I love the idea of starting over after a tragedy, and while there aren't any patterns included in...more
While I had several laugh-out-loud moments while reading this novel, I doubt its story or characters will stick with me very long. It was fun to read and I wanted to know how it would end, but I wouldn't recommend it except as an airplane- or beach-read. Side note: the ease with which some of the knitters go from absolute beginner to sweater-ready struck me as optimistic, but maybe that's just a reflection on my own knitting practice.
I was torn between 3 and 4 stars for this book. Maybe it needs 3.5 stars. It was funny and the characters were so likable, but it almost tried to do too much. This book could easily be a series though to go back and investigate the characters that felt a bit weak. The ending was right where I was expecting it to go, but again it didn't really feel like an ending - maybe a beginning to another book for this author.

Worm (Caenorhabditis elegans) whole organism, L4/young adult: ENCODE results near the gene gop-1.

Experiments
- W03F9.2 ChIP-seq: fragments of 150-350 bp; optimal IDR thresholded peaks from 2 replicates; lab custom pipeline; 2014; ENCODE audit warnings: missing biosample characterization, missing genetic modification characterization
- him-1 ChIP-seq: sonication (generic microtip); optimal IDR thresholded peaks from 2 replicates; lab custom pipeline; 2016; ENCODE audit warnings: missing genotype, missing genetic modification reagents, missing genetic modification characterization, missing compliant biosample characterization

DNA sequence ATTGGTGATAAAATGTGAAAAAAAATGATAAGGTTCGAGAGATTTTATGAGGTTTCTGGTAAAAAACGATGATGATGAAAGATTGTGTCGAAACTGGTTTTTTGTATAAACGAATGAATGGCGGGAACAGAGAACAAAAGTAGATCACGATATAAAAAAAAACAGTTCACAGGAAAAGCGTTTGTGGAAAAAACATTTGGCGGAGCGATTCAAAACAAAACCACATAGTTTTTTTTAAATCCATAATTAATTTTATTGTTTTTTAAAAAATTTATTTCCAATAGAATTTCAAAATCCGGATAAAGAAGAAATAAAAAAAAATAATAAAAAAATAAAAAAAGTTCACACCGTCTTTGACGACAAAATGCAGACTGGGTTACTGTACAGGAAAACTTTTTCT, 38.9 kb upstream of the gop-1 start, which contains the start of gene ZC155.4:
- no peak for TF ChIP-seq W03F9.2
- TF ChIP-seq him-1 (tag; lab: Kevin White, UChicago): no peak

The Beach Street Knitting Society and Yarn Club

by Gil McNeil

We meet Jo MacKenzie when she is moving out of her London home. Her life changed forever with the death of her husband. The only problem is, her life would have changed anyway, because he was leaving her for the woman he was having an affair with. He told her upon his return from a business trip, promptly left her and unfortunately died in a car accident on the way to meet his lover.

Jo can no longer afford to continue her life in London...more
Jina Howell-Forbes
This is a feel good book. It is not a book that will change your life or help solve problems like world peace and climate change. I would, however, like to say that this somewhat light read is worth the time it takes to read it. There are no murders, espionage, or white knuckle plot twists. But it's not filled with silly trips to the spa, or shopping trips to buy eight pairs of shoes, either.